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Controlling Algae in A Saltwater Aquarium Fish Tank

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Algae is a large group of primitive, mostly aquatic, chlorophyll-bearing plants lacking specialize tissues and organs such as roots, stems, leaves, and flowers and including forms ranging from giant seaweeds to single-celled diatoms and pond scums. In the home aquarium we see many types of algaes. Different types of algae grow different environments and will have different nutritional requirements. Ridding your aquarium of algae can be a very simple process: remove the algae’s food source and it will perish. Like all living creatures all algae require a food source to survive.

Primary food sources:

Algae are simple plants. And like plants in the garden, algae consume the same compounds found in common fertilizers. Phosphate and Nitrate are the primary, but not exclusive, nutrients algae feed upon in the home aquarium. Phosphate and Nitrate are both added and produced in your display. Fish waste, uneaten food, and decaying plants and animals are ultimately broken down into these basic fertilizer compounds. For example, all living organism contain DNA, of which, phosphate is one of the primary compounds found in DNA. Many fish foods are blends of fish parts, shrimp, plants, etc. If uneaten, these foods are broken down into their basic chemical components, Phosphate and Nitrate being among them. Another source of Phosphates and Nitrate can be your local tap water, thus Premier Aquatic Services uses purified R/O water when applicable.

Additionally, high levels of Nitrates are toxic to all fish. So controlling and maintaining the concentrations of both Phosphates and Nitrates will result in less algae growth and water that is more fish friendly.

Some of the more common and annoying algae encountered in aquariums:

Diatom Algae typically is brown in appearance and usually is seen within the first 4-16 weeks following the install of an aquarium. Diatom algae have three basic needs to thrive: silicate as a food source, a low pH in a saltwater environment, and light in the yellow, orange, and red spectrum. During the first few weeks after an aquarium is set-up diatom algae growth can be very aggressive. It may cover the glass in as little as 48 hours. Diatom algae growth is normal and the direct result from the tremendous amount silica found in the synthetic salt used to make saltwater. Most synthetic sea salt manufacturers use silica, a moisture removing product, in the manufacture of synthetic salts. As the concentration of silica falls, the algae runs out of food, and slowly goes away.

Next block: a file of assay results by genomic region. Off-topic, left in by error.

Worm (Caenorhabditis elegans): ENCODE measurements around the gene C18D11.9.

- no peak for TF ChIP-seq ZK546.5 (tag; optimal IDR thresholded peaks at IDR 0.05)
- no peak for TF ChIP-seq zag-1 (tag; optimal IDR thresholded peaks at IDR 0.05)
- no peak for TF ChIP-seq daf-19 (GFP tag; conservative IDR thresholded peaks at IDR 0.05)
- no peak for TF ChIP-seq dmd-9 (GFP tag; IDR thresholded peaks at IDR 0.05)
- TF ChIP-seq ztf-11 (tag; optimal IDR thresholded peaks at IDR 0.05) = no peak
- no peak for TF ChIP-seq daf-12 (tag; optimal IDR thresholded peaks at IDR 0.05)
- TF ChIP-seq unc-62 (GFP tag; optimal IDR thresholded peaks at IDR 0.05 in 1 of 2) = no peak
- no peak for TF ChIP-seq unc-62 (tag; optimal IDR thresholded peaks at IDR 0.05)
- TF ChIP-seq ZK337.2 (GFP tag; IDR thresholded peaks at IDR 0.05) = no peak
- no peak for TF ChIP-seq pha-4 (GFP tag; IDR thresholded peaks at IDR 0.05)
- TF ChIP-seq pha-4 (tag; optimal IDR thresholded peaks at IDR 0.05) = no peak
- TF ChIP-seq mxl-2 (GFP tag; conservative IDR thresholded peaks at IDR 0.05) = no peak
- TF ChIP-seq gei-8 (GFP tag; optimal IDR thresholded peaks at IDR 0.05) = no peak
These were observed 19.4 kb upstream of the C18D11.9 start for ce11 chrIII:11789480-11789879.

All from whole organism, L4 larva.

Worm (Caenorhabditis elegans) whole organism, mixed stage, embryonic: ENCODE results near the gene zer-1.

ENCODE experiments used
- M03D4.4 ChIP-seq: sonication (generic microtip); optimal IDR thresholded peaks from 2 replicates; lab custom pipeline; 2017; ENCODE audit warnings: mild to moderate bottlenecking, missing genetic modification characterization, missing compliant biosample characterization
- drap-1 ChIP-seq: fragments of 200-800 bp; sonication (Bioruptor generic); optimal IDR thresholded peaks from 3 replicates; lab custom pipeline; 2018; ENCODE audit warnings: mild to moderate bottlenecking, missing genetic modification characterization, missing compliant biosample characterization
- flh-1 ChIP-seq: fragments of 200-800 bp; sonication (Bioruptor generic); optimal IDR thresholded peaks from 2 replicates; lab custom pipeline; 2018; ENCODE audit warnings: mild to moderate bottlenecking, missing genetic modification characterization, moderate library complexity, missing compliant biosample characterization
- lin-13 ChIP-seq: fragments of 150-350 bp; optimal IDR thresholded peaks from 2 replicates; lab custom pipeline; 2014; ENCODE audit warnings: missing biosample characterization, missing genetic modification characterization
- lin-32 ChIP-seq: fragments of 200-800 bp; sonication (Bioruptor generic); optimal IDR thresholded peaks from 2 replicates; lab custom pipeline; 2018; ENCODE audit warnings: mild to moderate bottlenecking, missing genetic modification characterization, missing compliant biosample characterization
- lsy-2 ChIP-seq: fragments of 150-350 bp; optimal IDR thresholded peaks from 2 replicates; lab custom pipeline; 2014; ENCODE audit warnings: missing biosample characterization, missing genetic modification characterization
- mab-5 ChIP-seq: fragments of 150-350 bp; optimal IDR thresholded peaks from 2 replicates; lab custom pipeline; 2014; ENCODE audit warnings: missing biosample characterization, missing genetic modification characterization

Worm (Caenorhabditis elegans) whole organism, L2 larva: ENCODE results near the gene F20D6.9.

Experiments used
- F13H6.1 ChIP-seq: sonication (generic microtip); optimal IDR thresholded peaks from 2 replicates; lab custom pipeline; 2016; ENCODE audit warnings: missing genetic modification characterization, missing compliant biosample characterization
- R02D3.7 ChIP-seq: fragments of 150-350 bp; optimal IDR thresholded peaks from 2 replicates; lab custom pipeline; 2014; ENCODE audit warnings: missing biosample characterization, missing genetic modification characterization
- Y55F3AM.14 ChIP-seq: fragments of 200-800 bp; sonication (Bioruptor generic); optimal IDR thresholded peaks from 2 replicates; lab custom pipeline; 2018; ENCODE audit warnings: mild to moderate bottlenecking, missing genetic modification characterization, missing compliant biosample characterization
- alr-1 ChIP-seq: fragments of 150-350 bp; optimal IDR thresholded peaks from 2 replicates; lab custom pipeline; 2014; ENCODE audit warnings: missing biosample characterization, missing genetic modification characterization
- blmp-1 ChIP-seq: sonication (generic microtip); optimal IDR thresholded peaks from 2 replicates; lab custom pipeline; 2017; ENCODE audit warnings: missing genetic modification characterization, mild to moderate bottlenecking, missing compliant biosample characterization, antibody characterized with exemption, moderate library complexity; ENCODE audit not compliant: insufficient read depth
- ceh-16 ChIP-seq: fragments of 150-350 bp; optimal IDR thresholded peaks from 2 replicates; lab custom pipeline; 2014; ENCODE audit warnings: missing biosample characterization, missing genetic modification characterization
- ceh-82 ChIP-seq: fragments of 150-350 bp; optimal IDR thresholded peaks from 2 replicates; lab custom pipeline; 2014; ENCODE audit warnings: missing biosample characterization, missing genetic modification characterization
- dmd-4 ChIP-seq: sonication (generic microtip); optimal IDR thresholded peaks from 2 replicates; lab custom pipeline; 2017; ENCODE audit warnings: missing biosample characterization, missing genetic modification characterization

“Typical” Green Algae usually appears as spots on the decorations in the aquarium and on the glass. Its growth can be random and like all algae, it growth is driven by nutrients present in the water.

Cyanobacteria exists in variety of forms and colors, including red, black, and green. Cyanobacteria is a morph between and algae and a bacteria. Treating the aquarium with an antibiotic can temporarily control these problematic bacteria, by killing approximately 99.8% of the cyanobacteria. However, an antibiotic-resistant strain may begin to grow. Anti-biotic treatment of cyanobacteria is a common practice in our industry because it can produce a quick impact on the appearance of the aquarium. But using anti-biotics to control cyanobacteria is nothing more than a “quick-fix” band-aid. While anti-biotics do kill unwanted cyanobacteria, anti-biotics also kill beneficial bacteria instrumental in the nitrogen cycle. Use anti-biotics carefully. When cyanobacteria is present, the underlying problem is an overabundance of organic nutrients.

Rule of Thumb for Controlling Algae:

Increase the export of the nutrients that algae feed on and limit the import of these same nutrients…or stated differently, remove the food source and remove the problem.

Increasing the export of nutrients…

Chemical Filtration Media are specially formulated chemicals which remove both phosphate and organic waste that algae feed on. While effective, chemical filtration media alone can not remove all dissolved phosphate and organic waste.

Protein Skimmers are very effective in removing undesirable organic compounds that algae feed on. It is amazing how much brown to black liquid can come from a crystal clear aquarium.

Routine water change is one the most affective way to remove both phosphate and nitrate from the aquarium. The new water does not contain nitrates or phosphates, thus Premier Aquatic Services performs a 30% water change monthly on all client aquariums.

Limiting the import of nutrients…

Overfeeding your fish is the number one reason for imbalanced water parameters and an overabundance of nutrients that algae feed on. Did you know that a fish’s stomach is about the same size as its eye? So, if there is still uneaten food floating or sitting on the bottom of your tank 60 seconds after you feed, your display has been overfed. What happens to the excess food? It is broken down into fertilizer and harmful waste by-products.

Overstocked aquariums occur when there are more fish present than the aquarium’s bio-load can handle. A good industry “rule of thumb”: 1 inch of fish per gallon of water in a freshwater environment and 1 inch of fish per 5 gallons of water in the saltwater environment.

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